It's interesting, isn't it, that much of the debate that rages around bank reform in the UK is concerned with making banks safer places to put money and reducing our dependence on debt. It's almost as if we want to be back where we were fifty years ago - where much of the world still is. We look back on that time through rose-tinted glasses. We perceive it as a "golden age" of financial responsibility, when bankers were pillars of the community rather than the hated pariahs they have now become. But we were also materially poorer then. I come from a firmly middle-class family, but we did not have a fridge until I was seven, we did not have a washing machine, we only had partial central heating, we did not run a car and we didn't have a television. We did not have overseas holidays, we walked everywhere and we borrowed books from the local library instead of buying paperbacks. When clothes developed holes, we mended them. There was a stigma around debt and few people borrowed, except for mortgages - and even those were not as common as they are now, as that was the heyday of post-WWII social housing. And people saved, because saving was regarded as "good". Even if it meant that they struggled to provide food for their families, they saved. Many of those elderly people who saved so much then are now among the richest in our society: not only have their savings appreciated, but those who owned their own houses have also benefited from significant inflation in property prices.

I have no desire to return to that way of life. It doesn't look like a "golden age" to me. So many things we take for granted simply weren't there then. Yes, for many people debt has got out of control. Yes, banks have behaved badly and destroyed much of our trust in them. But does that mean we throw away all we have gained?

The fact is that our credit money system has allowed many of us to borrow from our futures and become materially richer in consequence. As a society our standard of living is very much higher than it was fifty years ago: we live longer, we are healthier and we have more material goods. I don't know that we are necessarily happier because of this, and there is no doubt that inequality within our society has risen - there are still pockets of serious poverty, and the rich have benefited disproportionately. There is much to be done to redress that. But I can't see why discovering that 90% of our national currency is created by bank lending is so awful that we need to completely dismantle our financial system. I really don't care how my money is created, as long as I receive it on time and can spend it on things I need. Whether commercial banks or central banks should create money is not important to those whose problem is that they don't have enough money.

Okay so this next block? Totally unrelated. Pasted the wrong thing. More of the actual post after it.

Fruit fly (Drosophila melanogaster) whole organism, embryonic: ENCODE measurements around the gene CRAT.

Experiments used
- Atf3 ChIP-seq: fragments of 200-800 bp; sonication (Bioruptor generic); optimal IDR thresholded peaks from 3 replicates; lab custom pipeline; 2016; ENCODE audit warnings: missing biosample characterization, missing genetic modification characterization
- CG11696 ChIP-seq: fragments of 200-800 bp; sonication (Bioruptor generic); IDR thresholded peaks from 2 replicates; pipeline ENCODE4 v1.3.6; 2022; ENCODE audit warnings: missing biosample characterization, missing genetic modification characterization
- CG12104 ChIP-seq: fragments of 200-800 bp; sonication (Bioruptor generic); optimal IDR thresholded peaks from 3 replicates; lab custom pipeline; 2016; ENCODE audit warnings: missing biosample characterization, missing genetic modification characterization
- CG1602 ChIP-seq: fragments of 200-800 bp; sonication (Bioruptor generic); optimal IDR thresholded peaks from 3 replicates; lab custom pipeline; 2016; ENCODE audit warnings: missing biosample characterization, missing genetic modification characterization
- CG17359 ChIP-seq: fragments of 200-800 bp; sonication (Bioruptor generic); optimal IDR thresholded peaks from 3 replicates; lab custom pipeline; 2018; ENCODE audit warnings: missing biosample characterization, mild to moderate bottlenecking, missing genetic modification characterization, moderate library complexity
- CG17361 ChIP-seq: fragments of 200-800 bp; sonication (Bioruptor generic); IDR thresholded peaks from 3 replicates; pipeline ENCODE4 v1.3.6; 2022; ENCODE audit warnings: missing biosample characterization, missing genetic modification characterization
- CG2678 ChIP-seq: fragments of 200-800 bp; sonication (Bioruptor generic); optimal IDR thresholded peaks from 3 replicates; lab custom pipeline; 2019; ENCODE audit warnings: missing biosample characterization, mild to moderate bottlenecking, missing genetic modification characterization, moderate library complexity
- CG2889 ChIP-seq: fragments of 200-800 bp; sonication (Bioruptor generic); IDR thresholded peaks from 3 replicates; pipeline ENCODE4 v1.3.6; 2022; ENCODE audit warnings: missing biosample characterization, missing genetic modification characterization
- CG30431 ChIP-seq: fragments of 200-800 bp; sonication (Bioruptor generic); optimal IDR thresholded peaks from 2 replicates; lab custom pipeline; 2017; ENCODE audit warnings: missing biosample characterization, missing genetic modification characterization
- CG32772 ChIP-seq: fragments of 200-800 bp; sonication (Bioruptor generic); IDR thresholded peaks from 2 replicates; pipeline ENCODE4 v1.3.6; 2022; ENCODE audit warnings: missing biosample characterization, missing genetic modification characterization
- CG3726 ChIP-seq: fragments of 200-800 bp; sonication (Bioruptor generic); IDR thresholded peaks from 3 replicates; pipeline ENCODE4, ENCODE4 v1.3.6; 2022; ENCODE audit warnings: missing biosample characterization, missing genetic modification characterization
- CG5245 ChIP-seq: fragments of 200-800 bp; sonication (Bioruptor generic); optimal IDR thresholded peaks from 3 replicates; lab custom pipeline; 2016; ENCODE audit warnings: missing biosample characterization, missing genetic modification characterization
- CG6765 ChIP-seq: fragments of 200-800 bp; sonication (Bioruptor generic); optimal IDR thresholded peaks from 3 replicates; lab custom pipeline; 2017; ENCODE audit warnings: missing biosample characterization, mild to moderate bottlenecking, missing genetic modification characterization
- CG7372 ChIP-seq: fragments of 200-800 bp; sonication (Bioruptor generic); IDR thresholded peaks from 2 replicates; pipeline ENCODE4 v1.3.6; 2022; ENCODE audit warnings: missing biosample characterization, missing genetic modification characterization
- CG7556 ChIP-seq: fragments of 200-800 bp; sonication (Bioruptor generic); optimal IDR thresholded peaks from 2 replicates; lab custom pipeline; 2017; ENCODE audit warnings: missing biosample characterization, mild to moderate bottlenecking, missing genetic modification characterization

It seems to me that we are spending an awful lot of time and energy arguing about who should own the production of the means of exchange in our society, when we could perhaps use that energy more productively in finding ways of redistributing that means of exchange so that everyone has enough of it......


  1. The point is that the private banks charge us for use of the money they create, without which, of course, we can't trade. They profit from our trading. The more we trade, the more we need to go back to them to ask for more money to do it with which they'll happily let us have at interest. That way they cream profits off the top of our industry. That profit could be going back to us, the community that makes it, if instead of using money created by the private banks to trade we could instead use money created by banks we collectively owned.

    1. Yes, banks profit from our trading. But we own private banks. Anyone with a private or corporate pension owns private banks and benefits from their profits. That is a LOT of people.

      Positive Money are not suggesting that private banks should not be profitable. Nor are they suggesting that interest should not be charged on lending.

    2. And further. Central bank money is NOT produced at zero cost. Central banks profit from their creation of money. It's called seigniorage and it is a real cost to the users of that money.